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Lateral Epicondylitis

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Diagram: point and arrow indicating Lateral Epicondylitis

General Information: Lateral Epicondylitis (Tennis Elbow)

Tennis players and golfers are familiar with elbow pain. But baseball players, home fix-it enthusiasts and gardeners also may experience the symptoms of “tennis elbow” or “golfer’s elbow.”

Tennis elbow is a painful condition on and around the bony prominence (epicondyle) on the outside (lateral side) of the elbow (arrow, above left). This location gives tennis elbow its technical name: lateral epicondylitis. Pain may radiate down your arm. Gripping or extending your wrist may intensify the pain.

Diagram: point and arrow indicating Lateral Epicondylitis

Golfer’s elbow describes a similar condition. The pain focus is the knobby bump on the inside of the elbow closest to the body (the medial side), so it is technically known as medial epicondylitis.

Both tennis elbow and golfer’s elbow typically result from repetitive arm movement. Over-using the muscles in your arm can lead to tiny tears in the tendons that attach the muscles in your forearms to the epicondyles. If you continue to do the activity without allowing the tears to heal, the tendons can become inflamed. This condition can be caused by excessive use of your arm in long sessions practicing your golf swing or tennis stroke and in many other activities, including painting, raking, pitching, rowing, hammering and using a screwdriver.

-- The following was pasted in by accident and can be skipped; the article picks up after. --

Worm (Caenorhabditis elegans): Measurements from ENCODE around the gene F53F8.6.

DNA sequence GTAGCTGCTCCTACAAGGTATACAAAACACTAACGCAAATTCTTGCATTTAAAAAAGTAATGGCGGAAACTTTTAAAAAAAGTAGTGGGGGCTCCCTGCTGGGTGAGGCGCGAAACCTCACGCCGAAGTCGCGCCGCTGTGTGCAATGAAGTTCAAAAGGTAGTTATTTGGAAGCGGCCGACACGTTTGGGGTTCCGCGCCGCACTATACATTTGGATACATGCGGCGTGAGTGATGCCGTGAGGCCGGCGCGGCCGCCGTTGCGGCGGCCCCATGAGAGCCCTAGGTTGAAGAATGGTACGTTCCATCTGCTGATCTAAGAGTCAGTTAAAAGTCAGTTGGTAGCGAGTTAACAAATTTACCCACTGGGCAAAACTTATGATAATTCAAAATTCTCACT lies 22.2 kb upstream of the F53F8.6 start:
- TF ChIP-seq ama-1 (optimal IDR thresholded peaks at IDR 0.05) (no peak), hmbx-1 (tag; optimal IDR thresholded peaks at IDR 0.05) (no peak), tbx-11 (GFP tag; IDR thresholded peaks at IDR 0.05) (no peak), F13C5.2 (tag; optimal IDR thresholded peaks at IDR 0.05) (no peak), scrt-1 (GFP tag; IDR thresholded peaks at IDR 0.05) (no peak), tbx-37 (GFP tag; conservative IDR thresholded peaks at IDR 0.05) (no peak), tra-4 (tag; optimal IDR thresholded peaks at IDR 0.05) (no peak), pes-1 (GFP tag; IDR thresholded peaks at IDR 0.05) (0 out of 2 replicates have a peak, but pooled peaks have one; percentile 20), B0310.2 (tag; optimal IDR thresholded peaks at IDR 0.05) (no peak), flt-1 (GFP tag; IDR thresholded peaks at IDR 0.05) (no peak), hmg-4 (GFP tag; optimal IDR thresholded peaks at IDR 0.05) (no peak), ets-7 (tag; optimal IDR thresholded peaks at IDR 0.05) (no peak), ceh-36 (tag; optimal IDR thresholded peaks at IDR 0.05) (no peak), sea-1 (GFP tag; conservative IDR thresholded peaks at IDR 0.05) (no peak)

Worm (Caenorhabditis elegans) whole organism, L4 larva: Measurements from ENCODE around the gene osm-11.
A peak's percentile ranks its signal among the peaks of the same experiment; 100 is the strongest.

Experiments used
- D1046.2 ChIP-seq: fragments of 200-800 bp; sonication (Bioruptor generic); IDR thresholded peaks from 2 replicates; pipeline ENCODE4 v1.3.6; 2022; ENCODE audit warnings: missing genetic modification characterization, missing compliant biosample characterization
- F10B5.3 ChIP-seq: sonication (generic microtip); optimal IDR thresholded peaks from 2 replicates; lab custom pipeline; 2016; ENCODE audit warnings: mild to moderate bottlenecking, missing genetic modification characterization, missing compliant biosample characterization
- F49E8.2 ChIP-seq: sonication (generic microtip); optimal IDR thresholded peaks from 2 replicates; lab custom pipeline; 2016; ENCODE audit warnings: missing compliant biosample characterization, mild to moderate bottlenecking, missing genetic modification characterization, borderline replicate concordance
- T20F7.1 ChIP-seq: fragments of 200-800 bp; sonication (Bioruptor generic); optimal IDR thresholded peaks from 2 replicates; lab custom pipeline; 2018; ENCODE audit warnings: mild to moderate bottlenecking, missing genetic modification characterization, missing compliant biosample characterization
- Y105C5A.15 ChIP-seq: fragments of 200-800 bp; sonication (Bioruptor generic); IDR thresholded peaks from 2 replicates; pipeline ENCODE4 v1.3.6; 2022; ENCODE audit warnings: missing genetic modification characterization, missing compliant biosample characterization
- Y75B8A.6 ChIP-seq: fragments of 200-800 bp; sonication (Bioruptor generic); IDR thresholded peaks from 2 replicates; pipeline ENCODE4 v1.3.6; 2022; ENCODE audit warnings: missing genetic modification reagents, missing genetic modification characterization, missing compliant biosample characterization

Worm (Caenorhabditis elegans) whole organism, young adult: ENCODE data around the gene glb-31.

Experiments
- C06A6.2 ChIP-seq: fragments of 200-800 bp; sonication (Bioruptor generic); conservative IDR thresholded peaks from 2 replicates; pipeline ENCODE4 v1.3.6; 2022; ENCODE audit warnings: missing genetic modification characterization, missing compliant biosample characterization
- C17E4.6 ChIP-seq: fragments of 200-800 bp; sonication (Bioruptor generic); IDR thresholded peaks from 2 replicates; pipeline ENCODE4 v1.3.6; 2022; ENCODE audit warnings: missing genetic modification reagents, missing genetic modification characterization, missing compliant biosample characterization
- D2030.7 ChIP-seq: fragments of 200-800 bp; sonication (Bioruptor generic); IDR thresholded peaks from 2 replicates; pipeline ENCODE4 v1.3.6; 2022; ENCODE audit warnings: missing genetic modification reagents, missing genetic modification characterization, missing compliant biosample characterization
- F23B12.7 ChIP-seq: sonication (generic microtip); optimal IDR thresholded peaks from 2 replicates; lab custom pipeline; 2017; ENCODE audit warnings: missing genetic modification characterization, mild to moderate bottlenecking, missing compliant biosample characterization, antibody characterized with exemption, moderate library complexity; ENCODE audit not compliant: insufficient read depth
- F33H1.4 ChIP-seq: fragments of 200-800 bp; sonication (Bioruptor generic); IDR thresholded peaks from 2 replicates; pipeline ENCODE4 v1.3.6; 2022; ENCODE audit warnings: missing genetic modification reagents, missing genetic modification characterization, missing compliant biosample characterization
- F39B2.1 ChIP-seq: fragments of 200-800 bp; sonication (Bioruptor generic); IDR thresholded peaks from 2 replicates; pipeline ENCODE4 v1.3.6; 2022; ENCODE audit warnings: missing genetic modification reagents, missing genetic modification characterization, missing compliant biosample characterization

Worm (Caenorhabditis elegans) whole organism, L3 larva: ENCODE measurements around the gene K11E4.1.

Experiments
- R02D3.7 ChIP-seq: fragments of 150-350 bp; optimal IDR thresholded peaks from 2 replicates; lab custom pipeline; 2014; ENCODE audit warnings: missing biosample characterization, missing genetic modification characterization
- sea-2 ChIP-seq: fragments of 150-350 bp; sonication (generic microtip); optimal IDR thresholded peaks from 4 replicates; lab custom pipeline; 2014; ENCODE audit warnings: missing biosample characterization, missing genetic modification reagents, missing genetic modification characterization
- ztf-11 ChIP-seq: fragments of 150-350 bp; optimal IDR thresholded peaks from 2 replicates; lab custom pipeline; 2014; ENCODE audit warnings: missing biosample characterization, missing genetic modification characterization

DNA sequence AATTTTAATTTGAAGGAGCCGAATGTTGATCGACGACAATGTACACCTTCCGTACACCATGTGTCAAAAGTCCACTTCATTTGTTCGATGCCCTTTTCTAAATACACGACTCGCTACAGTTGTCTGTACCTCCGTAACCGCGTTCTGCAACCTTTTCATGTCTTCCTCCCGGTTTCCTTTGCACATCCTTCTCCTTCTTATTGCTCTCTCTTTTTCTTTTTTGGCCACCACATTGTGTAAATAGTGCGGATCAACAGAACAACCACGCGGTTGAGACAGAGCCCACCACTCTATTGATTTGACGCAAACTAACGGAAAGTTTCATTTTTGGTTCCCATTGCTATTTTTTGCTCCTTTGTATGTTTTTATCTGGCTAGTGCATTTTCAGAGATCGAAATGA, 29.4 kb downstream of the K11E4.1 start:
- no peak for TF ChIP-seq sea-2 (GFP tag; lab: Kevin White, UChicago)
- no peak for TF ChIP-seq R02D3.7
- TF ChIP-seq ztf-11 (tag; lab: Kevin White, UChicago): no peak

If you’ve increased your activity in one of these areas and feel tenderness in the elbow or pain that radiates down the arm, take some time off. Stop doing whatever is causing the symptoms. Rest allows the microtears to heal. If the symptoms are sports-related, you might examine your technique and equipment.

Conservative treatment usually works. Applying ice helps reduce swelling. An anti-inflammatory medication, such as aspirin or ibuprofen, can also help. If symptoms don’t subside in two or three weeks, call your doctor. If initial rest is not successful in resolving the symptoms, an official course of therapy with a certified hand therapist will relieve the symptoms in 90% of patients. The remaining 10% (that have not responded to therapy) typically require surgical resection and repair.